Nicholas Bala, Law professor, Kingston (Chair)
Rachel Birnbaum, Social Work professor, London
Brian Burke, family lawyer, Toronto
Antoinette Clarke, mediator, Peel Region
Crystal George, Co-ordinator of Social Services, Aamjiwnaang First Nation, Sarnia
Kim Harris, psychologist, London
Carolyn Leach, Children’s Lawyer, Toronto
Archana Medhekar, family lawyer and mediator, Toronto
Rana Pishva, psychologist, Ottawa
Dr. Shelly Polak, psychologist, Toronto
Vicky Ringette, family lawyer and mediator, Hamilton
Michael Saini, Social Work professor, University of Toronto
Jennifer Wilson, family lawyer, Toronto
As 2020 (finally!) comes to a close, on behalf of AFCC-O, we would like to wish you and your loved ones a safe, joyous and restful holiday season.
This year has been like no other, with many experiencing personal and professional tolls and challenges. However, it has also been a year which highlights human strength and resilience, adaptability, families and communities coming together, and the important work we do for children and families.
While the objective of moving court services online has long been pending, COVID-19 has fast tracked the planning into reality. The change has been transformative, a modern day industrial revolution. Service and filing of court materials takes place electronically, making fax machines relics of the past. For the most part, meetings, dispute resolution services and court attendances are virtual. Services are available without geographic barriers, the delivery of which is more expeditious, cost-effective and environmentally friendly. Many of these advances promote greater access to justice.
It is remarkable to see many professionals within our community step up and provide leadership on issues that affect child well-being during the COVID-19 pandemic including tips and guidance for more functional coparenting in times of stress and significant uncertainty. It is hoped that these silver linings brought out by this global pandemic continues.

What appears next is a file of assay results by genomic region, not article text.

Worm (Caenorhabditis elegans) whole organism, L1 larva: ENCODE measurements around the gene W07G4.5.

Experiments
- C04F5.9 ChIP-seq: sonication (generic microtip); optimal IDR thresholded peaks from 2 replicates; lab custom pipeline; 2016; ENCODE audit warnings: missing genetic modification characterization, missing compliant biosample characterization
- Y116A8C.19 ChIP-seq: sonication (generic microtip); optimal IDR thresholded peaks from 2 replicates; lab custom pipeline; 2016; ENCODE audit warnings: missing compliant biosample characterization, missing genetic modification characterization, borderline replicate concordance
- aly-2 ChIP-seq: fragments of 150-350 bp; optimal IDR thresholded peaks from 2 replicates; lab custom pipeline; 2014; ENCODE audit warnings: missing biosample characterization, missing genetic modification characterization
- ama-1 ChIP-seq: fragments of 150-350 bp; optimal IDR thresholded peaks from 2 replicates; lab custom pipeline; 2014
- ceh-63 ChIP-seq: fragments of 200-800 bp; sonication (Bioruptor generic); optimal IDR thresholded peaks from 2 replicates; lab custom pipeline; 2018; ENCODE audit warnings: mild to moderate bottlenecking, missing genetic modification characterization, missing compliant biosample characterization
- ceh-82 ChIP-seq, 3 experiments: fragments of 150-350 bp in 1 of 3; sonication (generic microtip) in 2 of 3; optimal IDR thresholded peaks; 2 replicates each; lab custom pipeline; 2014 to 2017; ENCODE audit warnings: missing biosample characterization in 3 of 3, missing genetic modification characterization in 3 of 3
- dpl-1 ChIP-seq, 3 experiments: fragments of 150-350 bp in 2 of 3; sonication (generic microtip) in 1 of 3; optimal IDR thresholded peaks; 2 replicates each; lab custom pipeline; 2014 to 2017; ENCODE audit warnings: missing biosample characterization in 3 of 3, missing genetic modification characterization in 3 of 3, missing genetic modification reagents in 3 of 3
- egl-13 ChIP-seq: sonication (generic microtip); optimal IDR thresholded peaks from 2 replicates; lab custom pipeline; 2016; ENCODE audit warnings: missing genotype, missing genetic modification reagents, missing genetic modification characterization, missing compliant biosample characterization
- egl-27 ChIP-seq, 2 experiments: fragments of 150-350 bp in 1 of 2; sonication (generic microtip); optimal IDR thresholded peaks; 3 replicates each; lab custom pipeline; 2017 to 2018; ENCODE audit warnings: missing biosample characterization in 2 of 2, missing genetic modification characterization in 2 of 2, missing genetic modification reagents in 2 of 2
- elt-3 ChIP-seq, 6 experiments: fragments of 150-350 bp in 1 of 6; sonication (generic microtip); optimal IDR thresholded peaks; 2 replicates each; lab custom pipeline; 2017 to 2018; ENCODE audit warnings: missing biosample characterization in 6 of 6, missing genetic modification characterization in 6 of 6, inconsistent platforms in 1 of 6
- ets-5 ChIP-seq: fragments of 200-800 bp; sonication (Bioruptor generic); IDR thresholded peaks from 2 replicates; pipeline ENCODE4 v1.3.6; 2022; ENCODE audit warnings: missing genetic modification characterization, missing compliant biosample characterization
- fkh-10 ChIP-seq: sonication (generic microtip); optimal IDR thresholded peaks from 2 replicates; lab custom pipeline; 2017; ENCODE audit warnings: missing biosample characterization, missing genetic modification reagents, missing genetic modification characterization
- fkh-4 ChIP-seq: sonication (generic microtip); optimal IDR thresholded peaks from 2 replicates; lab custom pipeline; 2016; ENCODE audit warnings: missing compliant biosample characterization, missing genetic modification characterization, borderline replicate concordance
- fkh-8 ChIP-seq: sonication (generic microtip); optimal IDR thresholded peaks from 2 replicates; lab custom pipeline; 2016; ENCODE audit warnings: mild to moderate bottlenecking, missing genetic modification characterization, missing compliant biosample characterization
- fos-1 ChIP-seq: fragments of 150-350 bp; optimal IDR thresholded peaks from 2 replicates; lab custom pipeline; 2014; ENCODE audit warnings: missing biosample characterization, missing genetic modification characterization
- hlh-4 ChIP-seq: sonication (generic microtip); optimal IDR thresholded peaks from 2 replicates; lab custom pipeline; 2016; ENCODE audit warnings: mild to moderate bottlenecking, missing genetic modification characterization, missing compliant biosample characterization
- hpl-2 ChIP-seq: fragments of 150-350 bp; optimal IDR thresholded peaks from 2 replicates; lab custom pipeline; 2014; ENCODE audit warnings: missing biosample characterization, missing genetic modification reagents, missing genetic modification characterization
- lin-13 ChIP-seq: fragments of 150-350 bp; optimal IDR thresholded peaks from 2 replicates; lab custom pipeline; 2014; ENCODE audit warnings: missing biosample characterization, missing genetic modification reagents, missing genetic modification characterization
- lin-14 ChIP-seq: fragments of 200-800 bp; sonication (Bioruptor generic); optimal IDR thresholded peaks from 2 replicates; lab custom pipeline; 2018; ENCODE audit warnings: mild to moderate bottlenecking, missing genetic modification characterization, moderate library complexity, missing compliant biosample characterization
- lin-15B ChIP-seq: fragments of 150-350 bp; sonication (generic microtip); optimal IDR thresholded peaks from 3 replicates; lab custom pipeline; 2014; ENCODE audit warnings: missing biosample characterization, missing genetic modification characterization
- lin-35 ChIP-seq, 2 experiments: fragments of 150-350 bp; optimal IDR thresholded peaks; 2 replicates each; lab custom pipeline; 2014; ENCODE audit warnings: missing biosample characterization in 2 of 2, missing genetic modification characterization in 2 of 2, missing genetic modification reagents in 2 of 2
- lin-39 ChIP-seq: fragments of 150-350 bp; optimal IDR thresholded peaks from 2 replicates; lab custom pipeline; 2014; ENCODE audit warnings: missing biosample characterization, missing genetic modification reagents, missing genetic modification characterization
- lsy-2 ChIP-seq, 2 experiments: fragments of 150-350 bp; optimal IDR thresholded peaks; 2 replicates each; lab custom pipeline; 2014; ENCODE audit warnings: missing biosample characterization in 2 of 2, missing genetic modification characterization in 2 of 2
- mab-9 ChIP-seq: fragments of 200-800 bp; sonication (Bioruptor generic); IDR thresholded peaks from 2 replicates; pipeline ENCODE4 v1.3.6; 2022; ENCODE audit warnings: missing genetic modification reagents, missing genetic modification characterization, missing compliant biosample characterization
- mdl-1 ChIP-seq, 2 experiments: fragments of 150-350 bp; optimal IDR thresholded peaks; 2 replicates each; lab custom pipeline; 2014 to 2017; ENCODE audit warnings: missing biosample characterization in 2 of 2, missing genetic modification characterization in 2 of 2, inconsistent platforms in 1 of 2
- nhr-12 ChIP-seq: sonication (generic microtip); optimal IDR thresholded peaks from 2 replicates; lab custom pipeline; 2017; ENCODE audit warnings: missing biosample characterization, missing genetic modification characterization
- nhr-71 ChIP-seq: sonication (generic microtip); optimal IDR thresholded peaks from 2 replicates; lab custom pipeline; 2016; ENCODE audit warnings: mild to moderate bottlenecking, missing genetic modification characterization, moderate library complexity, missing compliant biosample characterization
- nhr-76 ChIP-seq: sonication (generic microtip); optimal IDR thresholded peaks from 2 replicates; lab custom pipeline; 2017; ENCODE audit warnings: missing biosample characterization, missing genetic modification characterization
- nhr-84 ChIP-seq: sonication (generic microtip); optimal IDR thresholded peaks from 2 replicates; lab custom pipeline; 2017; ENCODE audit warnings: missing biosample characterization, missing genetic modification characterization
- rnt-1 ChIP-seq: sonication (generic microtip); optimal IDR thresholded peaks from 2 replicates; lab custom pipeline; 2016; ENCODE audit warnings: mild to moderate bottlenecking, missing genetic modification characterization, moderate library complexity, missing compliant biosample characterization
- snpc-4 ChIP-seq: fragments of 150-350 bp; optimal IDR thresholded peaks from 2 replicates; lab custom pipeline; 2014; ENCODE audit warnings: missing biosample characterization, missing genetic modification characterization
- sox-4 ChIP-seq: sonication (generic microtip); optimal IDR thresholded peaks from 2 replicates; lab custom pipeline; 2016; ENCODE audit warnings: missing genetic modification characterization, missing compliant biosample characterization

As we look forward to positive change in 2021, I have hope that, together, we will be able to rise to new challenges and address needs before us. I look forward to being able to see you and thank you in person for all the work that you do.
May the light brought on by this holiday season shine on through 2021 .
Dr. Shely Polak,
“Domestic Violence in Immigrant Communities: Case Studies” is a freely accessible eCampus Ontario Pressbook containing case studies of immigrant women experiencing domestic violence to be used as educational materials. The contents were created by analysing closed legal case files of 15 immigrant women living in Ontario who experienced domestic violence. The comprehensive case studies that emerged from this research present domestic violence experienced by immigrant women in all its complexity, highlighting their unique vulnerability at the intersections of race, gender and immigration status. The book also highlights the different legal processes that these women encounter in seeking justice and the challenges they face in relation to re-establishing their own lives and the lives of their children. In addition to the cases, the book contains questions for reflection; a description of legal processes involved in DV cases, and a glossary of the terms used throughout the case studies. This interactive Pressbook is an ideal resource for social work and legal practitioners, including students in social service work, social work and law programs, in order to increase their understanding about the complexity of domestic violence cases in immigrant families and develop strategies for culturally informed interventions.
Good news! We are extending the call for proposals until the AFCC-O annual conference on October 16 (midnight). We appreciate that COVID-19 and the beginning of school at all levels has been a challenging time. Thank you to those who expressed an interest in putting in a proposal.